The menswear on show in Milan has soared to new heights with several houses putting on impressive Autumn/Winter collections.
There's been an undeniably strong start for men's fashion at Milan this weekend, the first major show of the year.
Judging by what's been on offer so far next spring and winter will be delightful for night-time dandies.
Think sparkles and glitter, fun silhouettes that invite shadow dancing, and sexy peeks at skin with tailoring tricks once reserved for the female wardrobe.
Back to Black
When the lights go out, go back to black could be the leitmotif for Dolce & Gabbana.
Its entire collection for next winter was in mostly black monochromes, all the better for naughty play perhaps. Gray and white monochromes played a supporting role.
While light on bling, the looks were anything but basic. Designers Domenico Dolce and Stefano Gabbana created a collection built around tailoring, with the late-night synchronic club beats in mind.
Long overcoats or dramatic capes will get you to the club door. Inside, men's corsetry, obi belts and cummerbunds cinch the waist, a silhouette that is mimicked in the dramatic hourglass tailoring of coats and jackets with curved waistlines and broad shoulders. A strobe light picks up the sparkles and glitter on garments, and sheer tops and muscle knitwear show off physiques.
Machine Gun Kelly and Italian singer Blanco were among the designing duo's front-row guests.
Armani pays tribute to Milan
Giorgio Armani has been on the global fashion map for more than four decades. His latest collection for Emporio Armani traced a literal map of his adopted Milan, with models walking the perimeter of a circular runway giving a bird's-eye view of a map of the fashion capital's historic center.
The collection was inspired by aviation, and there were tailoring traces from the golden era of flight when dandies like Charles Lindbergh made history with solo crossings of the Atlantic.
A belted gray jumpsuit with a furry collar, aviator's cap and thick boots set the tone. Once he lands, there are muted plaid suits with trousers cropped just above the boot - the invention of the season. Gear is stowed in satchels and nautical bags.
Cosy knitwear paired with leather trousers and jacket, some with antique finishes, cut an adventurous silhouette. But the real dandy comes out in colourful daywear, including a beautiful wrap coat in elegant camel, velvet jackets in deep hues and silken shirts worn with foulards in bright accent colours like magenta, purple and mauve.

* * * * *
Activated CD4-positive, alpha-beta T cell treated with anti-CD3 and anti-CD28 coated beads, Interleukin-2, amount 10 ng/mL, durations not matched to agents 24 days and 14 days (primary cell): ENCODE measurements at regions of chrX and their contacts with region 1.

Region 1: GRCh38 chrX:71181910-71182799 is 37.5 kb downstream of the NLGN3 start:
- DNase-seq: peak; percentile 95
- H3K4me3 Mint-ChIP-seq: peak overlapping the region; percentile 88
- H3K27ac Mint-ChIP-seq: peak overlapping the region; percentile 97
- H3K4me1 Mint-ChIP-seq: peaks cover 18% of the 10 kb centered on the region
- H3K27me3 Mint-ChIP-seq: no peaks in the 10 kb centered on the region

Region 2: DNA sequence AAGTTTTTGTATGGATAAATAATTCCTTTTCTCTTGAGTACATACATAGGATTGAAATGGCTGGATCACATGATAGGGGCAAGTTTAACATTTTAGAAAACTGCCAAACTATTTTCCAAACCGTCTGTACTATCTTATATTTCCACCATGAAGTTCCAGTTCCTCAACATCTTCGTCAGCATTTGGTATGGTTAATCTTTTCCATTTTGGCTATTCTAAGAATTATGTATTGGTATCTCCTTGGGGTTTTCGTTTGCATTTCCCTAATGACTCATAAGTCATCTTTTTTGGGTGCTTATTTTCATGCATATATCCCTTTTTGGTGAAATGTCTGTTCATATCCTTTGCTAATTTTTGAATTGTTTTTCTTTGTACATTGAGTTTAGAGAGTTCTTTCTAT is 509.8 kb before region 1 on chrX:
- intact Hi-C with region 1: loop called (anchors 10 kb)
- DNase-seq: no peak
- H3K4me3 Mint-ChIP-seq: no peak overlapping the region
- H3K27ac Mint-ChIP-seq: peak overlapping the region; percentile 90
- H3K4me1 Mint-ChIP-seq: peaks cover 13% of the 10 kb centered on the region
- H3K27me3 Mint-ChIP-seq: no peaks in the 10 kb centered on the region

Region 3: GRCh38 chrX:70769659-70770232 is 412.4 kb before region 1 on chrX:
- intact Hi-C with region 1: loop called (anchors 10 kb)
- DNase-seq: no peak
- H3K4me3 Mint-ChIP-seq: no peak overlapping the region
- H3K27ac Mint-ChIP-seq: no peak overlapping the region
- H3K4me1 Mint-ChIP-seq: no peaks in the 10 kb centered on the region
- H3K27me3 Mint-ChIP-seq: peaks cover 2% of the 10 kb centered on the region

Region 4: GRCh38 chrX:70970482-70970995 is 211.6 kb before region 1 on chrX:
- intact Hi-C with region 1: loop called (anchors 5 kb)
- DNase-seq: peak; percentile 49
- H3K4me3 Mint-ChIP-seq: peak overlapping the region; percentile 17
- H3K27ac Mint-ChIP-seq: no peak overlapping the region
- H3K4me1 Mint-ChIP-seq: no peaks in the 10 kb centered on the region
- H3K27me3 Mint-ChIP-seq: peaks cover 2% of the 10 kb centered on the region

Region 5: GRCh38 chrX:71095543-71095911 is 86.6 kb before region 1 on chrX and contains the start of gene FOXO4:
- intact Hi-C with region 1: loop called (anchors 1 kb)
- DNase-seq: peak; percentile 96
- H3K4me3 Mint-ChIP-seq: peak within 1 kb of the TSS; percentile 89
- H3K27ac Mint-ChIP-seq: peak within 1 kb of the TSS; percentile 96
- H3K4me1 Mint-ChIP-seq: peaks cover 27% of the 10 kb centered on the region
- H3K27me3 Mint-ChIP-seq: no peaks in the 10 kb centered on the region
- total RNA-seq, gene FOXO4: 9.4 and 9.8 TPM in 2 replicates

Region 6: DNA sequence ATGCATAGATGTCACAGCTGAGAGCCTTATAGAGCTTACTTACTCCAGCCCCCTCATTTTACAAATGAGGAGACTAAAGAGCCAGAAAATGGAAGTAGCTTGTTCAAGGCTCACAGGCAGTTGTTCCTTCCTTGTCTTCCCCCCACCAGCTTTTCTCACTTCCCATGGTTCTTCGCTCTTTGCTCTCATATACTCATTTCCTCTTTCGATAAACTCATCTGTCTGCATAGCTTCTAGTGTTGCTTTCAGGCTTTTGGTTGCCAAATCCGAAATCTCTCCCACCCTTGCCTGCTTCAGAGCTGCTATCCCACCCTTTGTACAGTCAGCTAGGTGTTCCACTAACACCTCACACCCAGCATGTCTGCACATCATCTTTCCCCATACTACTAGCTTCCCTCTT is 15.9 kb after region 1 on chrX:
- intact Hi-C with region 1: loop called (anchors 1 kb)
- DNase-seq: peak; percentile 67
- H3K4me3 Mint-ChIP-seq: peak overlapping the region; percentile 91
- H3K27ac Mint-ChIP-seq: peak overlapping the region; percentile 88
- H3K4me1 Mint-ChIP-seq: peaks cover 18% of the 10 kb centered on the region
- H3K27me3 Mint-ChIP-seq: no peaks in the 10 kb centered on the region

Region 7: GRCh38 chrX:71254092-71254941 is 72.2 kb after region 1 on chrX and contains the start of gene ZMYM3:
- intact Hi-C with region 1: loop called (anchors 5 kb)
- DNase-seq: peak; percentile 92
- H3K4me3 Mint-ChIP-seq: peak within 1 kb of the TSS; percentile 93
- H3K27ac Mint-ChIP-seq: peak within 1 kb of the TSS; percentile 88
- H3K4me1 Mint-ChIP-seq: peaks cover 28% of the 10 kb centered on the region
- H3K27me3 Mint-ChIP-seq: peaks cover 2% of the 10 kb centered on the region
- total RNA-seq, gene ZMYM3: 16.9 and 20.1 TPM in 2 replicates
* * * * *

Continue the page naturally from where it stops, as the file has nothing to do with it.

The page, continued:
Leather harnesses and utility belts added an edge. Pouches are belted on top of boots. Mirrored aviator glasses complete the look.
The Fendi collection for next winter flashes skin in ways once reserved for women.
One shoulder tops — both knit and button down – bare skin to give sexy drama to the looks. Knitwear was super sheer, barely there. A little layering restored some modesty, for the office, but could easily be undone for an evening transition.
Long coats incorporated a wrap-around asymmetrical cape, a tailoring trick mimicked in trousers with a wraparound one-sided skirt. The effect was cosy and enveloping, offering a cocoon as we venture back out into the world.
Fendi whimsy was on full display in the knit caps: one shaped like a cartoon-cool wig featuring a perky flip, or another beanie with fringe on the back. Capes and sweeping coats and scarves likewise finished with fringe. Bombers had an antique, worn feel. The colour palate was mostly low-key tones of gray, oatmeal and burnt umber set off mauve and lavender.
K-Way celebrates Parisian heritage
The Franco-Italian active wear brand K-Way imported a bit of its Parisian birthplace as the backdrop to showcase a new collection as it charts a transition to a lifestyle brand.
K-Way's trademark packable raincoats were inspired when brand founder Leon-Claude Duhamel spied two children wearing red Nylon raincoats while sitting at the Cafe de la Paix on a rainy day in 1965.
To honour that heritage, the Italian owners borrowed original cafe tables and wicker seating from the Parisian landmark. Duhamel himself, now in his 80s, joined the fashion crowd sipping champagne and nibbling cream pastries in the recreated cafe.
Sales vice president Lorenzo Boglione, whose family controls the BasicNet parent company, is helping the company navigate the brand's transition, with plans to produce technical gear for sailing and skiing.
That means not just focusing on outwear. The new collection included cropped puffer jackets in tight accordion pleats, Yeti-style short coats with matching boots that layer over slim body suits or quilted short-shorts and tops.
Long puffer coats, including as enveloping as a sleeping bag, paired with detachable hoods or furry collars. The brand's distinctive zipper acts as a logo, providing accents along with function. The colour palate hewed toward K-Way's traditional orange and blue, with some white and green.